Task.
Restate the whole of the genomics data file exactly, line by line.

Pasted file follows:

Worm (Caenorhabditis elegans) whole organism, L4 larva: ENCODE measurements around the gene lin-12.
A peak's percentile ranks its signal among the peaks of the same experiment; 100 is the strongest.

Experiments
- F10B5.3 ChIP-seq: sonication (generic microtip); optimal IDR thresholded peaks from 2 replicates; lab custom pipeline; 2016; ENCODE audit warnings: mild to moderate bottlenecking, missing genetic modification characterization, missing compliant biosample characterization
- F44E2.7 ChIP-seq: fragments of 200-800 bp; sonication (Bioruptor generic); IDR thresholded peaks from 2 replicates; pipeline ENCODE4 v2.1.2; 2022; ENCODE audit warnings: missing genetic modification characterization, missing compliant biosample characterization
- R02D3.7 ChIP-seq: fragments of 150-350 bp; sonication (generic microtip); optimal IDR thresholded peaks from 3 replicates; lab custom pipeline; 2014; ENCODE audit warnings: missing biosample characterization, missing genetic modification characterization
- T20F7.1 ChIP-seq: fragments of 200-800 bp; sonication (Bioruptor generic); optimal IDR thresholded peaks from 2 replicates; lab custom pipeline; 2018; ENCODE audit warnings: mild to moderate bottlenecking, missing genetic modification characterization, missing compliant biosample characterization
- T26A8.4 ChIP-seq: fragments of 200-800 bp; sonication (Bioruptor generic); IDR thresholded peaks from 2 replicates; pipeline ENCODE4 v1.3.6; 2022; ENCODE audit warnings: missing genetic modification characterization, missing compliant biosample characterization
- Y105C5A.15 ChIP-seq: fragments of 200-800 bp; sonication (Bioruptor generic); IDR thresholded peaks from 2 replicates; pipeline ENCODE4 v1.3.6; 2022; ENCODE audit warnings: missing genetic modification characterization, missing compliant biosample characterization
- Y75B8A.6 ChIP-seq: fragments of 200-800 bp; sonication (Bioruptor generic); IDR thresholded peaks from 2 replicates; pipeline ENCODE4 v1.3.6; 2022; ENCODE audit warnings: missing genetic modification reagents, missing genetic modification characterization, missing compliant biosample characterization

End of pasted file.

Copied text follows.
Worm (Caenorhabditis elegans) whole organism, L4 larva: ENCODE measurements around the gene lin-12.
A peak's percentile ranks its signal among the peaks of the same experiment; 100 is the strongest.

Experiments
- F10B5.3 ChIP-seq: sonication (generic microtip); optimal IDR thresholded peaks from 2 replicates; lab custom pipeline; 2016; ENCODE audit warnings: mild to moderate bottlenecking, missing genetic modification characterization, missing compliant biosample characterization
- F44E2.7 ChIP-seq: fragments of 200-800 bp; sonication (Bioruptor generic); IDR thresholded peaks from 2 replicates; pipeline ENCODE4 v2.1.2; 2022; ENCODE audit warnings: missing genetic modification characterization, missing compliant biosample characterization
- R02D3.7 ChIP-seq: fragments of 150-350 bp; sonication (generic microtip); optimal IDR thresholded peaks from 3 replicates; lab custom pipeline; 2014; ENCODE audit warnings: missing biosample characterization, missing genetic modification characterization
- T20F7.1 ChIP-seq: fragments of 200-800 bp; sonication (Bioruptor generic); optimal IDR thresholded peaks from 2 replicates; lab custom pipeline; 2018; ENCODE audit warnings: mild to moderate bottlenecking, missing genetic modification characterization, missing compliant biosample characterization
- T26A8.4 ChIP-seq: fragments of 200-800 bp; sonication (Bioruptor generic); IDR thresholded peaks from 2 replicates; pipeline ENCODE4 v1.3.6; 2022; ENCODE audit warnings: missing genetic modification characterization, missing compliant biosample characterization
- Y105C5A.15 ChIP-seq: fragments of 200-800 bp; sonication (Bioruptor generic); IDR thresholded peaks from 2 replicates; pipeline ENCODE4 v1.3.6; 2022; ENCODE audit warnings: missing genetic modification characterization, missing compliant biosample characterization
- Y75B8A.6 ChIP-seq: fragments of 200-800 bp; sonication (Bioruptor generic); IDR thresholded peaks from 2 replicates; pipeline ENCODE4 v1.3.6; 2022; ENCODE audit warnings: missing genetic modification reagents, missing genetic modification characterization, missing compliant biosample characterization